Juan wrote:Their arguments about why salaries are lower make sense, but they assume that worker-level salaries are determined rationally and that recent graduates are receiving lower salaries because they are missing out on skill development. I'm not sure I agree, at least not in the short- and intermediate-runs.
.
I'll tend to agree with you. Labour markets are not efficient, any labour market economist knows that.

It's all about signalling, and your previous salary and role are 'signals' to future employers.

The 'bad year' effect has been studied on top MBAs. Particularly top MBAs going into investment banking.

These are creme de la creme kids-- their CVs are scary.

And the Stanford U study (one of the top 2 MBAs in America, and hence the world) showed that those who graduate into investment banking in a bad year, still have the impact on their remuneration 18 years later vs. those who graduated in a normal or good year. (to contextualize, the average salary 18 years later was something like $475k).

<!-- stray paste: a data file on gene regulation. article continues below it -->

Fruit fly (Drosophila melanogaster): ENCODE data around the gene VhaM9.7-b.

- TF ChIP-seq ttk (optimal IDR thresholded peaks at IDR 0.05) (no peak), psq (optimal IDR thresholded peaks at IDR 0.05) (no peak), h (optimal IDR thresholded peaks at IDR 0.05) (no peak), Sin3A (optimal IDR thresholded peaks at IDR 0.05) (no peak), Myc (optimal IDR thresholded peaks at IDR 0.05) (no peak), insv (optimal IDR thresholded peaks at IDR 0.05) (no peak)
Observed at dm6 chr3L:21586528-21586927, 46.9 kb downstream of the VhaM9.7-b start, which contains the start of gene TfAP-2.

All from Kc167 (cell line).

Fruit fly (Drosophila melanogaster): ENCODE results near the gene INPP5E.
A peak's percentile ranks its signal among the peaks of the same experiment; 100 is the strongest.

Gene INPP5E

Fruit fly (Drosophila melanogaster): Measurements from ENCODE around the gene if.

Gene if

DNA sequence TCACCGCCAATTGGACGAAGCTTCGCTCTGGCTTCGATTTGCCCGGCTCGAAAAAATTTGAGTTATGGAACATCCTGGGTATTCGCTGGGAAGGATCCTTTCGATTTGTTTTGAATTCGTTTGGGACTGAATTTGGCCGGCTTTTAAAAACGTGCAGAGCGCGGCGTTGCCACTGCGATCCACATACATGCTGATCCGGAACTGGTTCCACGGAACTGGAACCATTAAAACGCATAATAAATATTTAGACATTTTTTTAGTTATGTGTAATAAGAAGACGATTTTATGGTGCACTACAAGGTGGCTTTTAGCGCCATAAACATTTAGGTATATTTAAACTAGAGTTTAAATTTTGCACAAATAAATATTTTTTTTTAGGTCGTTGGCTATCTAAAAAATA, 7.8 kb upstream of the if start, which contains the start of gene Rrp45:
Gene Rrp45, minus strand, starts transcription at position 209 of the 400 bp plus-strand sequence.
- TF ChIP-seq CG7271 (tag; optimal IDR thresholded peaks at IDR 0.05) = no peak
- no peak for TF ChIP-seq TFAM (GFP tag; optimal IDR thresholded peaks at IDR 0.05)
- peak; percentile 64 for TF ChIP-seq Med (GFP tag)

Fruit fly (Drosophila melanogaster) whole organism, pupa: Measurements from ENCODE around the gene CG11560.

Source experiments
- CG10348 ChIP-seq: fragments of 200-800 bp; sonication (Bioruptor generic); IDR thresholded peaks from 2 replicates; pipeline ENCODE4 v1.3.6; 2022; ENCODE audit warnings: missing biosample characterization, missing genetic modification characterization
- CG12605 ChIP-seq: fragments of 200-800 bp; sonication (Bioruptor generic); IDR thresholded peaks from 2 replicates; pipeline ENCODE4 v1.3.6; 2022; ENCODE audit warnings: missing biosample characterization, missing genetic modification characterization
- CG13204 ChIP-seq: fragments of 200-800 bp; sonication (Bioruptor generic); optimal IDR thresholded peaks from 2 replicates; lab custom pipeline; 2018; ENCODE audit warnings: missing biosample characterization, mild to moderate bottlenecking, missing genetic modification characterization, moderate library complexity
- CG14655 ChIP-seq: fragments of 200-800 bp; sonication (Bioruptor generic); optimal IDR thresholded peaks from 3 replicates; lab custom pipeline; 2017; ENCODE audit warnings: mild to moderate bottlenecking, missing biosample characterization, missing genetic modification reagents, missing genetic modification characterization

The effect is pervasive, and impacts even those who work in the elevated fields of investment banking.
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Post by Beagler »

Schooly D wrote:Count me among the unlucky. I got my first job out of grad school in summer 2000 and was laid off a year later due to recession-related government budget cuts and having no seniority. Even after going back to school to improve my marketability I languished for years underemployed in a number of poorly paid dead-end jobs. The prospect of relatively lower life time earnings was less of a concern to me than the frustrating feeling that my skills and energy were going to waste.

Psychological factors can play a role here as well; disappointments and losses early in one's career may undermine one's confidence in ways that make one risk-averse and unassertive, which in turn can hinder professional advancement and lifetime earnings.